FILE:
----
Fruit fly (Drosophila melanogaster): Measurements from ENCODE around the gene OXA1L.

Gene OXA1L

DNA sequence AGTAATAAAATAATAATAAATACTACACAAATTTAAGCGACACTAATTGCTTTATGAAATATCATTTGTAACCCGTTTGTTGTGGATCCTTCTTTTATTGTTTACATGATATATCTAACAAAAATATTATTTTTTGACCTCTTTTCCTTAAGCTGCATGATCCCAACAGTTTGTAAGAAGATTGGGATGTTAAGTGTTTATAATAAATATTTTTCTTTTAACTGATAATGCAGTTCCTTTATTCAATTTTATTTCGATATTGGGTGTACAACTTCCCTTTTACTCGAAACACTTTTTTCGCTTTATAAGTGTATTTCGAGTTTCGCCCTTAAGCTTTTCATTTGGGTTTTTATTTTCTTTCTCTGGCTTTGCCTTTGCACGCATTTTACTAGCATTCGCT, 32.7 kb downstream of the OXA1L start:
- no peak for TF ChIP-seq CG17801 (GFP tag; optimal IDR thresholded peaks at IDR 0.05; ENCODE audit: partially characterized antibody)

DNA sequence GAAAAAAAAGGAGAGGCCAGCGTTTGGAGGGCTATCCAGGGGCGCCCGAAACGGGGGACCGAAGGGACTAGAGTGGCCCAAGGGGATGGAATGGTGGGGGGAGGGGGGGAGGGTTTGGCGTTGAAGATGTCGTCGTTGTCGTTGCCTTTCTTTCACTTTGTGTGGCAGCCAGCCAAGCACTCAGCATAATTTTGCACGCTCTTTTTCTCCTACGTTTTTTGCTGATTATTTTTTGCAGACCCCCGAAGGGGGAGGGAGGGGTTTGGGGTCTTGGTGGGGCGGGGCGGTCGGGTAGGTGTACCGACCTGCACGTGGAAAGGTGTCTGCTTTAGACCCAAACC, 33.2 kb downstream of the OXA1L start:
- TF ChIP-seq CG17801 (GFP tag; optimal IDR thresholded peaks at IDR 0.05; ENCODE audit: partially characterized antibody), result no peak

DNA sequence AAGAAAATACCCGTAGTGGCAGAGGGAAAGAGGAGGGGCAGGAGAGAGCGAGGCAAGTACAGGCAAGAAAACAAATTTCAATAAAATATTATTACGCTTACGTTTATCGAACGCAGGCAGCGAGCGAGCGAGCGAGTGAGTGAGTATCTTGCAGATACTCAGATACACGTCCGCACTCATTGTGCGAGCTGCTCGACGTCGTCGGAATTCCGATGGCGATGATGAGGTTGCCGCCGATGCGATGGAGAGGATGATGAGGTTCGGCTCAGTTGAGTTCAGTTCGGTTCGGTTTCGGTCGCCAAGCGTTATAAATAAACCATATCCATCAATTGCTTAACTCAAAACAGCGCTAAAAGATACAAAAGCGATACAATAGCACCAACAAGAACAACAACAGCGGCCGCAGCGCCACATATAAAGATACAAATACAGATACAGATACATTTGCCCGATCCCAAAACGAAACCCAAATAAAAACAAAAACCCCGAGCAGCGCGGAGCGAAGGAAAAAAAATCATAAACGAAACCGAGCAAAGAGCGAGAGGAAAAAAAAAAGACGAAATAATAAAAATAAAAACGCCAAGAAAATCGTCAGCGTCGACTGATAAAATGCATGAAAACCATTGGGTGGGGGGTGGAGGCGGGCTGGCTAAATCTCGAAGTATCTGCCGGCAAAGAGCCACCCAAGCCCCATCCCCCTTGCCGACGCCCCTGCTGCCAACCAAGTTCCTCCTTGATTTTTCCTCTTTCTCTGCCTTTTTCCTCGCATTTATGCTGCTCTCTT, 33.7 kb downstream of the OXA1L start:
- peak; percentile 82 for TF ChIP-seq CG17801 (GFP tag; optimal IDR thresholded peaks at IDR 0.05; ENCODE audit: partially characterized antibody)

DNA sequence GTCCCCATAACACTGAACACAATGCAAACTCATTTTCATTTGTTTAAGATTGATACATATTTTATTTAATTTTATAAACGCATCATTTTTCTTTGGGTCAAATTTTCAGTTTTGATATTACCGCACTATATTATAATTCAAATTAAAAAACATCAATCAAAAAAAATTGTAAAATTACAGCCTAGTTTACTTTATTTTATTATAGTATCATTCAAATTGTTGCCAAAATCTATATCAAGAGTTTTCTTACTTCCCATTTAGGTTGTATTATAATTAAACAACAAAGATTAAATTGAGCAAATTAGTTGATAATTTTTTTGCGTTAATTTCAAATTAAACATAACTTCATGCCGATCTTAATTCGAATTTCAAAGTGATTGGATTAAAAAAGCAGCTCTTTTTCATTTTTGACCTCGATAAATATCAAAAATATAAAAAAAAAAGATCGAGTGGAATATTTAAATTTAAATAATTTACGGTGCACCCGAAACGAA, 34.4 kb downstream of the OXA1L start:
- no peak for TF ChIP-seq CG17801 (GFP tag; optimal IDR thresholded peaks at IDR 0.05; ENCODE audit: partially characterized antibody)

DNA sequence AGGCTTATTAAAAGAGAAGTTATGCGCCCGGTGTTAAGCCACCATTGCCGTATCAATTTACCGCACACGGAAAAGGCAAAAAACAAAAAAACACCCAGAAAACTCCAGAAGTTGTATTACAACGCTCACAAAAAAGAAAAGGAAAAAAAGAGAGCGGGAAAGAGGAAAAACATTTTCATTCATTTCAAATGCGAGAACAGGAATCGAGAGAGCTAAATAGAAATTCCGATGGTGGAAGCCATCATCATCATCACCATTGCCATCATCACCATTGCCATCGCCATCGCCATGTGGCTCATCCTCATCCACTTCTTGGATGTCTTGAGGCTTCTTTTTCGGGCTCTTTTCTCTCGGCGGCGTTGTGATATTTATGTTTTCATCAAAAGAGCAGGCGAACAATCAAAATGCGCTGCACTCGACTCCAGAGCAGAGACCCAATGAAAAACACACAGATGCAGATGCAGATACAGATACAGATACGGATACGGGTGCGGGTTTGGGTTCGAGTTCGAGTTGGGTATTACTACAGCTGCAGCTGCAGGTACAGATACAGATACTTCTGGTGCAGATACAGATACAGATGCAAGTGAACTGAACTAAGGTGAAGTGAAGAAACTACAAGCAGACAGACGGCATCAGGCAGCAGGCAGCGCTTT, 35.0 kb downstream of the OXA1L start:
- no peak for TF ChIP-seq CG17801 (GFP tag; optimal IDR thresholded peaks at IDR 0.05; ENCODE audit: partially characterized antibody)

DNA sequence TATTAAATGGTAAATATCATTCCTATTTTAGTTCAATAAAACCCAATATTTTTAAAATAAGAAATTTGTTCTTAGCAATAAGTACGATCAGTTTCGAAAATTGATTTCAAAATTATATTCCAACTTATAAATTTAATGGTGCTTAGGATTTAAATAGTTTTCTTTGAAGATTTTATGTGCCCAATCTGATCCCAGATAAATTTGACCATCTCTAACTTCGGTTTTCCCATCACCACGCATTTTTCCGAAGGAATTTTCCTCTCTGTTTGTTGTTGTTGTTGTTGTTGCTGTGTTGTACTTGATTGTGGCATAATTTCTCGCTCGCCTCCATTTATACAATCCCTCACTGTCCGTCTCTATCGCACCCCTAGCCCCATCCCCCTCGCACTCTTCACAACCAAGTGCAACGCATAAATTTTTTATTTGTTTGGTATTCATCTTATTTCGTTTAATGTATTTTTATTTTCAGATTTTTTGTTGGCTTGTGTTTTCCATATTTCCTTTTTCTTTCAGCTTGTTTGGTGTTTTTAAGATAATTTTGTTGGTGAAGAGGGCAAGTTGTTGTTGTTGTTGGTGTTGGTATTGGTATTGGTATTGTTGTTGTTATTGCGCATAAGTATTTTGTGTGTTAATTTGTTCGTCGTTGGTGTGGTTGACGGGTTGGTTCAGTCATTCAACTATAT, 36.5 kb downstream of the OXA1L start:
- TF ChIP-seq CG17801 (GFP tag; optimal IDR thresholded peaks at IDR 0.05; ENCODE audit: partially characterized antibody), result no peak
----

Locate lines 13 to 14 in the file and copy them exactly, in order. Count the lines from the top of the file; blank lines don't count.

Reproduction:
DNA sequence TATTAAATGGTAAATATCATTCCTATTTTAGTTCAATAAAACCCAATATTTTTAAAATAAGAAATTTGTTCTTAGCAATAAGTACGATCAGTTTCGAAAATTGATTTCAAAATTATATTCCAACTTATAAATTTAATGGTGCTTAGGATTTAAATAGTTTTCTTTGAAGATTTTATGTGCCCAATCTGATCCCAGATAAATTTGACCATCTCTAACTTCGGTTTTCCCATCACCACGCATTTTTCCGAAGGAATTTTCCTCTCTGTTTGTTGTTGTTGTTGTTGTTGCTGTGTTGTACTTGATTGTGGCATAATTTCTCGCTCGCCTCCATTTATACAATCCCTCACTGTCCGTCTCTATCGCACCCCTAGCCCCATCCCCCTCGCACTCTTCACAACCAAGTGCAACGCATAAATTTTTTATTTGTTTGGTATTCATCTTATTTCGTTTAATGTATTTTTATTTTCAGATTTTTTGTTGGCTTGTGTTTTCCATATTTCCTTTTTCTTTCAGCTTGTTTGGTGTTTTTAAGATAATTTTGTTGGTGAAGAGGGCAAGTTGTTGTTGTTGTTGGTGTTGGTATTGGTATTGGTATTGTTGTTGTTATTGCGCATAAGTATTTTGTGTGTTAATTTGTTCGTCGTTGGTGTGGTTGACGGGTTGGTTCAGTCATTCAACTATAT, 36.5 kb downstream of the OXA1L start:
- TF ChIP-seq CG17801 (GFP tag; optimal IDR thresholded peaks at IDR 0.05; ENCODE audit: partially characterized antibody), result no peak